Survey reveals kids would rather be driven by dad

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A recent study has shown that kids would rather be driven by dad- despite his risky driving.

The data shows how much of their parents’ driving behaviour children absorb from a young age and the worrying in-car habits that this can create. A quarter of dads regularly show unsafe driving behaviour such as accelerating too quickly (26 per cent) and speeding when driving (22 per cent). This is in comparison with a considerably lower percentage of mums (11 per cent and 10 per cent respectively). Despite this, over half of children (52 per cent) prefer being driven by dad than mum (39 per cent).

ingenie, a young driver insurance brand, recently interviewed 10-year-old James and 13-year-old Tania to investigate the driving behaviour they have learned from their parents. When asked to do an impression of his dad driving, James talks on his mobile phone, beeps the horn aggressively and shouts out the window, seemingly intimidating other drivers. Meanwhile, Tania says when her mum is driving: “She’s putting her lipstick on, looking at her phone.” Both sets of parents, who were watching the live interview from another room, expressed their shock at their kids’ impression of their conduct and how much they were taking in on journeys. You can watch the full interview here: https://youtu.be/JtHIvarID7Q

The research found that the children who took part in the survey frequently witnessed their parents committing similar transgressions, with dads proving to be the biggest culprits. Almost half (43 per cent) of dads get angry behind the wheel in comparison with just a fifth (18 per cent) of mums. Children also revealed that their dad (57 per cent) and mum (44 per cent) shout at others whilst driving and dad is 13 per cent more likely to swear in the car.

With this in mind, it’s surprising to note that over a third (34 per cent) of children would prefer their dad to teach them to drive rather than their mum (25 per cent). The insights could expose children’s acceptance of unsafe driving habits and the misunderstanding that these traits are normal upon passing a driving test.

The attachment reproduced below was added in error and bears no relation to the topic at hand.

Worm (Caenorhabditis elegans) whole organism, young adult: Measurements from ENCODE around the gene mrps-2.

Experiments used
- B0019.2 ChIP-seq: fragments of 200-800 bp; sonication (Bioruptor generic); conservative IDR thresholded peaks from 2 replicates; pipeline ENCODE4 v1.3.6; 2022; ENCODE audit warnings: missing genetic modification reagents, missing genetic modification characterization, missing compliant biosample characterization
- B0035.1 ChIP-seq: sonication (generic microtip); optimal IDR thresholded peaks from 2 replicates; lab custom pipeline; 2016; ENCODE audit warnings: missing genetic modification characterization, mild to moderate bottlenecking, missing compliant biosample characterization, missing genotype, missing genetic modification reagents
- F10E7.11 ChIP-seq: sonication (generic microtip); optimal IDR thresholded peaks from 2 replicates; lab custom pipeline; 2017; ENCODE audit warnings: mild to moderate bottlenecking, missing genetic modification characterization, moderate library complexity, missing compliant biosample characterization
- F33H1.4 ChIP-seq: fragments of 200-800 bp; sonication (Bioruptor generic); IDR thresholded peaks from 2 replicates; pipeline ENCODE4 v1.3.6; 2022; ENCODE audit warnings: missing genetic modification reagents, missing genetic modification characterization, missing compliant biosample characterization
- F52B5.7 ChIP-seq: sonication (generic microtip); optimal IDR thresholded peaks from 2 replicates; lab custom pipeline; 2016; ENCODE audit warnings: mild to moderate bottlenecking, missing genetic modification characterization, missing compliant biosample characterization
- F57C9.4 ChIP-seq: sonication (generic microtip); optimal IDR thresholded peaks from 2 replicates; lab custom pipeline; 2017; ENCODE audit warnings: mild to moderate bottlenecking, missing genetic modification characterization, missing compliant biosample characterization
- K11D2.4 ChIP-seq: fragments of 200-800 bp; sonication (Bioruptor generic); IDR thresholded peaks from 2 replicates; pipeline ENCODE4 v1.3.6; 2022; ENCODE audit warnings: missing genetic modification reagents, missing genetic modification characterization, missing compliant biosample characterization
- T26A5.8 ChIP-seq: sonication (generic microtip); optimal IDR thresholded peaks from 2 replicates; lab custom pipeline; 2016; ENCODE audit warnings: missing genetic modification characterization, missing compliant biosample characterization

Richard King, ingenie CEO, states, “The results reveal that we are teaching children bad driving habits long before they start lessons and subsequently pass their test. Parents need to understand the importance of setting a good example behind the wheel and be aware of the amount of information that children absorb. How we drive as parents ultimately influences how safely our children will drive in the future.”

Dan, James’ father featured in the ingenie video said, “It’s definitely an eye opener. He’s sitting in the back, I think that he’s on his iPhone all the time, [but] he is still taking in other information.”

The study marks the first of the five gears in ingenie’s Parent Manifesto; a robust series of activities that aims to educate parents on how to get more involved when their child is learning to drive, in order to complement the learning process and promote safer driving amongst young people. The manifesto will be made up of five stages released over the next four months – with each stage aiming to educate parents on another way they can help their child drive safely and save money.

For more information about how to help a young driver get on the road safely, check out www.ingenie.com/parent-manifesto.